Lord Evans of Temple Guiting: As we have heard from the noble Lord, Lord Howard, Amendments Nos. 31 and 32 seek to ensure that the non-executives are able to remove the executives from the board. Amendment No. 31 states that an executive member of the board should cease to be an executive member of the board if he is no longer employed by the board. This is unnecessary, as Clauses 3(6) and 5(2) make it clear that executive members of the board will always be employees of the board. Therefore, if an executive is no longer an employee, he cannot be on the board. To answer the noble Lord’s point, I am absolutely sure that if an executive ceases to be a member of the board and an employee but makes a valuable contribution, he can of course be rehired as a member of staff.

Amendment No. 32 would allow the non-executives to remove executive members from the board by notice in writing, although this would not constitute cessation of employment by the board. Again, this is unnecessary as Clause 3(6) already enables this to happen.

Lord Howard of Rising: I thank the Minister for what he has said and I beg leave to withdraw the amendment.

Amendment, by leave, withdrawn.

[Amendment No. 32 not moved.]

Lord Howard of Rising moved Amendment No. 33:

The noble Lord said: This is a probing amendment to establish exactly what the Government intend by this subsection, which gives the Minister extraordinary powers over not only the resources of the board but also the number of employees it may have.

Beyond the most broad-brush requirements, the board should be trusted to employ as it sees fit. After all, the Government will keep control of funding—by far the most effective method of preventing unnecessary expansion. It is nonsensical to set up this board and

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then micromanage from a distance. It will not work. This kind of decision should be left to those who are best placed to know how many and what sort of employees are necessary; in this case, the National Statistician. It would be extremely useful if the Minister were to set out exactly what he intends this power to achieve. I beg to move.

Lord Evans of Temple Guiting: As we have heard from the noble Lord, Lord Howard, Amendment No. 33 would remove the Minister for the Civil Service’s role in approving overall numbers of board employees. This provision was debated in the Public Bill Committee in the other place. However, for the benefit of noble Lords, we are happy to discuss it here, too.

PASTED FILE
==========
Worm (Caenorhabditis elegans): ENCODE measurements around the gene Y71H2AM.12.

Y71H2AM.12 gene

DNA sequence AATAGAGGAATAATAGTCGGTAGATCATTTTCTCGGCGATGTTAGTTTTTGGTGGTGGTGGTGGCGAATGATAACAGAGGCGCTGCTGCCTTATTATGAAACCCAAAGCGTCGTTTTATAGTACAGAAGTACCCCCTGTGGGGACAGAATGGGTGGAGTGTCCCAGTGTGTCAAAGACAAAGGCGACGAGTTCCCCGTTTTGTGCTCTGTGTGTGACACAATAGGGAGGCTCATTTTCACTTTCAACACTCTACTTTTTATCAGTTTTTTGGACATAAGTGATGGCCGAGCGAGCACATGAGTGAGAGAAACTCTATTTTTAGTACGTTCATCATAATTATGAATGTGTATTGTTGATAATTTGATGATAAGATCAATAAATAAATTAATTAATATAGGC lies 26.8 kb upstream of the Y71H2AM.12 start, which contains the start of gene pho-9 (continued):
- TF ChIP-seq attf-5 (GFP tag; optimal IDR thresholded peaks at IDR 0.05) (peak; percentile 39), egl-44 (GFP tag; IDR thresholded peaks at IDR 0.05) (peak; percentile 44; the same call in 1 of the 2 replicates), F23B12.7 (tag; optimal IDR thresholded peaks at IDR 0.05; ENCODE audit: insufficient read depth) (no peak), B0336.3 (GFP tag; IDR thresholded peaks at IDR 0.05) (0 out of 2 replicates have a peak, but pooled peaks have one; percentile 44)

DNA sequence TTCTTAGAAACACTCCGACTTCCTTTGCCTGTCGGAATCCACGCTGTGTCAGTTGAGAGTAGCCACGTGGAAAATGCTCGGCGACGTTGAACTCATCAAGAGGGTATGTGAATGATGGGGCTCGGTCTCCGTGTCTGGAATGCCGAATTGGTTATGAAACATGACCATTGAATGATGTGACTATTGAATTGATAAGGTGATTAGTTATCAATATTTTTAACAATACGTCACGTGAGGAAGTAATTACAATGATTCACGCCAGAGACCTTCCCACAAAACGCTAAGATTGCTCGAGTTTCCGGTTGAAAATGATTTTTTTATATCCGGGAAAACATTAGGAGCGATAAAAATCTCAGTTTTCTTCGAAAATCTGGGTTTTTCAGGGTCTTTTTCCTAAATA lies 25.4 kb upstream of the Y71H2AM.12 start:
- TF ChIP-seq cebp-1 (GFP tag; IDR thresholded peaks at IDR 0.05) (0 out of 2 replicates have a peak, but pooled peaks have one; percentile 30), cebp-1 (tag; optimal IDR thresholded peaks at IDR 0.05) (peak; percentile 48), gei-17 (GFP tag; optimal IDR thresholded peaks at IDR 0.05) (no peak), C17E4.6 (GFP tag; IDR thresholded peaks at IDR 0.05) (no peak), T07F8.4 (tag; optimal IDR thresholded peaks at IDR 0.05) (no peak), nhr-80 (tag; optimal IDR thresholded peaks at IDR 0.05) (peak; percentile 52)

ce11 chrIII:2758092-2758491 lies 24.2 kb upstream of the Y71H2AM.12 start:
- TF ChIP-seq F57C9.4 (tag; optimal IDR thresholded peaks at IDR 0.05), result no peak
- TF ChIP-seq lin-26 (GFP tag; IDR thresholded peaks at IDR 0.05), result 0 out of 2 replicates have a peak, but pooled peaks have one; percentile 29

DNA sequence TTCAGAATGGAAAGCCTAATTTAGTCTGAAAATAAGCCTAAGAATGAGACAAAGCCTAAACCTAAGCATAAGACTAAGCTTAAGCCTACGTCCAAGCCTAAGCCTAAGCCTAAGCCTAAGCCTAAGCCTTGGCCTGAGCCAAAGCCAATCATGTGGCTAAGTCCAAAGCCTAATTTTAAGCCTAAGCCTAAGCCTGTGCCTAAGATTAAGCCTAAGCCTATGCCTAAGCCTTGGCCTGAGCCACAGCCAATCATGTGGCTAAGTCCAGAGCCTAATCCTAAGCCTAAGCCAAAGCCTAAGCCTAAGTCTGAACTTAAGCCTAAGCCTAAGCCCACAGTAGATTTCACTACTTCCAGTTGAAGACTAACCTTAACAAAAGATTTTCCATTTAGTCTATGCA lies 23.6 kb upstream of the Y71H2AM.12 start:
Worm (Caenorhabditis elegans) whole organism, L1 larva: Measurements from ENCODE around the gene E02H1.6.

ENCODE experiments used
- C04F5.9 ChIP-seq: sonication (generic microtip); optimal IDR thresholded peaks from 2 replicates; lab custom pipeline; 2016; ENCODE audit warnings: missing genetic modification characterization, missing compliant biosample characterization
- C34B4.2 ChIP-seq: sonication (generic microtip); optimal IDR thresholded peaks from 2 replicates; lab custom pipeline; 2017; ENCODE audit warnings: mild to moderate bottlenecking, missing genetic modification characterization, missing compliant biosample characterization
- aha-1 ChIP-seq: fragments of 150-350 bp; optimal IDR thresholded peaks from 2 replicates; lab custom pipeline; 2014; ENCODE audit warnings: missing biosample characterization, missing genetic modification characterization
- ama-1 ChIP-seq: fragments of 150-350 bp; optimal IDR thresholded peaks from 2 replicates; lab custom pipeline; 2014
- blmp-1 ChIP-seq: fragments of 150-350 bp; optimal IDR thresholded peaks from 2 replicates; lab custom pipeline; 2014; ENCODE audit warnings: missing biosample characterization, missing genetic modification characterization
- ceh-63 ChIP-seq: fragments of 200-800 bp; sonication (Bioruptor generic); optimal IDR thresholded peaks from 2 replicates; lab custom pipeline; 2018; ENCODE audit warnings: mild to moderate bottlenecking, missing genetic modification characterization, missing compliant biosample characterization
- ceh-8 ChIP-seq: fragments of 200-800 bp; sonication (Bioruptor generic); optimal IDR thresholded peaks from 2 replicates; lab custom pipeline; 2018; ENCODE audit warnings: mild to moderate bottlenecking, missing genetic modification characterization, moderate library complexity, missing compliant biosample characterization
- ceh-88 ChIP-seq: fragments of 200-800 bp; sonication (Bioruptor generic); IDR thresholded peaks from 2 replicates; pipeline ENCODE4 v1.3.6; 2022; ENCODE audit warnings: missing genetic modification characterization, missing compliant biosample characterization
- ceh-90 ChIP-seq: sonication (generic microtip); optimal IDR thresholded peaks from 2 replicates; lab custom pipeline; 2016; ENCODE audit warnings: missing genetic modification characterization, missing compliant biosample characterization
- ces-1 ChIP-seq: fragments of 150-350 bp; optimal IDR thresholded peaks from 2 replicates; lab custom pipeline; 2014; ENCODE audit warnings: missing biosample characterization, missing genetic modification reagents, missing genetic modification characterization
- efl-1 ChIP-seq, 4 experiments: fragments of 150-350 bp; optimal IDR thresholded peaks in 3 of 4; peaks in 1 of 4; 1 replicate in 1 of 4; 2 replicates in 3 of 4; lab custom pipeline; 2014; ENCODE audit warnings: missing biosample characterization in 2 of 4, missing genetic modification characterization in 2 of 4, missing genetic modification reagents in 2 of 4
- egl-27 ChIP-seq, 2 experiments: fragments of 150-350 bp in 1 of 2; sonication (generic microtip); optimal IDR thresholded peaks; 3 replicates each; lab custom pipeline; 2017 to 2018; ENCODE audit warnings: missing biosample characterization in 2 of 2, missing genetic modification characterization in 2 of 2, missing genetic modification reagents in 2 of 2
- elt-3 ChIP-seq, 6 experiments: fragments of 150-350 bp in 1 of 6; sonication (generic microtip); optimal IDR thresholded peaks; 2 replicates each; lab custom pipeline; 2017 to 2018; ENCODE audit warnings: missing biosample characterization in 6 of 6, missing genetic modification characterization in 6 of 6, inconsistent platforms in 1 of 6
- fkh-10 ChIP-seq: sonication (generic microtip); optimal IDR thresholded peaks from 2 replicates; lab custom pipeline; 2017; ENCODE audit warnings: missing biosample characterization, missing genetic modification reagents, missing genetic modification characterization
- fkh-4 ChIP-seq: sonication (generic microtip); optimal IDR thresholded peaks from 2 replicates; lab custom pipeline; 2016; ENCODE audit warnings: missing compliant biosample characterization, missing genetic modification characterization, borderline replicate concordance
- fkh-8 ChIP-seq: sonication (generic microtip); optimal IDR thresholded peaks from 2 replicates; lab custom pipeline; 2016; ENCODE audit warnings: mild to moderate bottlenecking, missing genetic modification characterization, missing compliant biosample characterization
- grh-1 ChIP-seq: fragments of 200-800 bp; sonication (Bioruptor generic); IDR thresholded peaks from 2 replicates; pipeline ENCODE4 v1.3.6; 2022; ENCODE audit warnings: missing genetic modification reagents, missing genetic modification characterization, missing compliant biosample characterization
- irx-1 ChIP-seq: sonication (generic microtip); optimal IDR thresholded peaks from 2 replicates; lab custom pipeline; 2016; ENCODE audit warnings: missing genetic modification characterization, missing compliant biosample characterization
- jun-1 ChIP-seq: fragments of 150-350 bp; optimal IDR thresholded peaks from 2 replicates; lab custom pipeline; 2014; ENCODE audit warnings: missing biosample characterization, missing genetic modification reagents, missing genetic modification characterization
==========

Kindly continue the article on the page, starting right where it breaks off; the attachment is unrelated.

This provision of the Bill, requiring the approval of the Minister for the Civil Service as to the numbers and terms and conditions of employment of staff, is a fairly standard provision in legislation creating non-ministerial departments where staff will be civil servants. The purpose of the clause is to preserve cohesion across the Civil Service, subject to local delegations. A similar clause can be found, for example, in the Food Standards Act 1999 in respect of the Food Standards Agency. It does not mean that individual appointments will have to be brought before the Minister for the Civil Service, but rather that the Minister for the Civil Service will set general limits on numbers and guidance on terms and conditions of service.

Before concluding my brief remarks on this group of amendments, I take this opportunity to flag up the fact that we may have to amend Clause 5 on Report. As it stands, Clause 5(7) provides for all employees of the board to be civil servants, whereas it has recently come to light that ONS employs some field work staff, who undertake surveys and other similar tasks, who are Crown servants. Work is ongoing, but our intention when the Bill was drafted was to ensure continuity of conditions for those staff currently employed by ONS. I will be sure to update noble Lords on our intentions in this regard as soon as I am able.

Lord Howard of Rising: I thank the Minister for his comments. The clause refers as much to terms as it does to numbers. I still think that it is impossible to create a body with a board of directors and then appoint somebody else to tell them how to do their job, because one then has a civil servant, a board of directors and an executive director. Things do not work like that in the real world. I may wish to refer to this matter on Report. In the mean time, I beg leave to withdraw the amendment.

Amendment, by leave, withdrawn.

Clause 5 agreed to.

Clause 6 [Official statistics]:

[Amendment No. 34 not moved.]

Clause 6 agreed to.

Clause 7 [Objective]:

Baroness Noakes moved Amendment No. 35:

The noble Baroness said: I shall speak also to Amendments Nos. 48 and 114. These amendments concern trust in statistics. At Second Reading, several